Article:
Winona Christian football coach Ken Chandler remembers a young Collin Parkinson as a fifth grader.
Chandler said Parkinson was a skinny kid who could really run.
Not much has changed with Parkinson as Chandler returns to Winona Christian.
“First of all, he is another one of those kids that was a fifth grader when I was here before, and he was a little bitty thing back then,” Chandler said. “He was an athlete, and you could tell that even back then when he was playing pee wee football. He is not a big guy, but he is the leader, especially on defense. Right now, we are trying to find a place to put him that benefits us the best, where people can’t throw away from him or run away from him. We have him and Jake (Ware) so you feel like you have strength in the secondary.”
On offense, Parkinson will be a main target for quarterback Brannon Hill.
“Offensively, he is the guy that we want to throw to,” Chandler said. “He and Jake are the guys we want to get the ball to. He will motion to the backfield, and we will try to do different things with him. He is football smart, and he understands what we are trying to do. We will try to get him the ball in space and creases and let him use his speed.”
Chandler said Parkinson has that something extra that he likes.
“Jake is a little thicker, and Colin is a touch faster on the clock,” Chandler said. “They both have what I look for in a receiver in that they have that wiggle in those hips. I was doing some defensive back work with him, and he has really good hips and can flip them, and it just comes natural to him.”
Parkinson said he hopes to see the ball a little more this year.
“It’s probably going to be about the same as last year,” Parkinson said. “I do think we will throw the ball a little more this year. We should be a little better than last year and have some more numbers. I’m one of the captains. I’m more of a verbal leader. I just try to keep them in line and not let them start talking to the other team.”
On defense, Parkinson could be all over the field for the Stars. Chandler has spent the summer trying to find the right spot for Parkinson.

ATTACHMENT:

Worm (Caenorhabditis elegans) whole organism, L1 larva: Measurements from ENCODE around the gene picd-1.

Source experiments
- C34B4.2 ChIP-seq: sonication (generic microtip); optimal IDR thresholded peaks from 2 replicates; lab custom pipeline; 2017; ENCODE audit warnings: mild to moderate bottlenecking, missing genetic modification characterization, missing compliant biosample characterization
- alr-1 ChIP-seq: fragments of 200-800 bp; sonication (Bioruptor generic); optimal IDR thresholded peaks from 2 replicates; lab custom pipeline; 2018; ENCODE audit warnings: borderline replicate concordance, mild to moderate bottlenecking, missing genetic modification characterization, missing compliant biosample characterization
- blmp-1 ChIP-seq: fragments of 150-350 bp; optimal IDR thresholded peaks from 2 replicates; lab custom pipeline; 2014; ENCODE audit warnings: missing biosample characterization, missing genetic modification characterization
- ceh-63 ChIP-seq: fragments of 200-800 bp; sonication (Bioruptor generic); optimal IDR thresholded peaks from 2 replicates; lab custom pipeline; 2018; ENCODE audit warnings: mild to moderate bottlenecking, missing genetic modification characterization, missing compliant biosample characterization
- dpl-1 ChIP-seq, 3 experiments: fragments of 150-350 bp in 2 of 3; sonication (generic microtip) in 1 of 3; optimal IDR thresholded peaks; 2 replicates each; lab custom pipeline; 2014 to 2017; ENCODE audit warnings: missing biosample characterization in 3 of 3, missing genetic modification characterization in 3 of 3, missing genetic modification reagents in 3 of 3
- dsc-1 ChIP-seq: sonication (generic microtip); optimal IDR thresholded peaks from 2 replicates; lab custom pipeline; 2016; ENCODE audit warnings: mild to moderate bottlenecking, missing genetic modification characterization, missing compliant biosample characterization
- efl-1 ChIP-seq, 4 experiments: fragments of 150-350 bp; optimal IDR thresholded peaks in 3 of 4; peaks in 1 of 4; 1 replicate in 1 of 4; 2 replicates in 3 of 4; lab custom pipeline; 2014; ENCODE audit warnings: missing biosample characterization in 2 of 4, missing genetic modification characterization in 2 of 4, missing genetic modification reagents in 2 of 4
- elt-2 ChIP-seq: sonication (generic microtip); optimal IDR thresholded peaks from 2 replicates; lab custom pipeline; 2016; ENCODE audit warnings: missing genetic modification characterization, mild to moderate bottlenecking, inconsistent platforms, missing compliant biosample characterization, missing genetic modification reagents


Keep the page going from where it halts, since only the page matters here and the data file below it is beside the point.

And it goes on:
“Defensively, in the time I have been here, he has already played three positions,” Chandler said. “We started him at rover and I, as a head coach, decided I didn’t want to put him on one side. He’s just too good in the secondary. So, I said, ‘Let’s move him to safety.’ He is fine there and does a great job there. But so many teams have that one guy that you have to put your guy on. We got a guy in who we think can play that safety, so we moved Colin to our true cover corner. As of now, he’s our field corner.”
Chandler said he wouldn’t worry about putting Parkinson anywhere on the field.
“But he can play anywhere, he’s really versatile, and he’s just a football player,” Chandler said. “I wouldn’t be afraid to put him at nose guard. He is a good defensive player. He is going to make tackles in the open field and is going to be where he needs to be and he is just that guy. He’s a spark plug kind of guy. He’s 150 pounds and plays like he’s 180 pounds.”
Parkinson is a four-sport standout for the Stars. He starts at point guard on the basketball team and averaged 11 points a game. In baseball, Parkinson plays shortstop and pitches. Last year, he hit .426 with a .556 on-base percentage. He had four doubles, three triples and two home runs with 27 RBIs. On the mound, he pitched 40 2/3 innings with a 1.54 ERA and 54 strikeouts.
“He will leave here and go to basketball and light it up in there,” Chandler said. “He will go down there in baseball and do the same thing. He’s just a really good athlete and has great work ethic and is a great leader. He’s a legit 4.6 kid and can really run. We have clocked him several times and he’s in the 4.6 every year. I was not surprised that he ran that fast because when you watch him play, you realize pretty quick that he can roll. And that’s with very little speed training.
I think we might could actually get him a little faster than that with some training.Parkinson said he also plays golf in the summer with a group of his friends and shoots in the low 80s. He said he would like to major in agriculture when he goes to college. Chandler said part of the reason Parkinson is the player he is starts at home.
“He is a great kid,” Chandler said. “He’s a yes sir, no sir kind of kid. I knew his family when I was here before. His mom was a teacher here and his dad was a peanut farmer and now he runs the co-op at Vaiden. I coached his sister in track, and she was an athlete. He has been raised right and you can just tell that by the way he carries himself.”
Chandler said he can sum up Parkinson with one story.
“He has only missed one workout this whole summer and he texted me that morning telling me that he had to work with his dad at the co-op,” Chandler said. “He had to load feed or something like that. He’s just not going to miss. He’s not going to the beach or the mountains and be gone during the summer. He is here and he is dependable and a great leader for me.”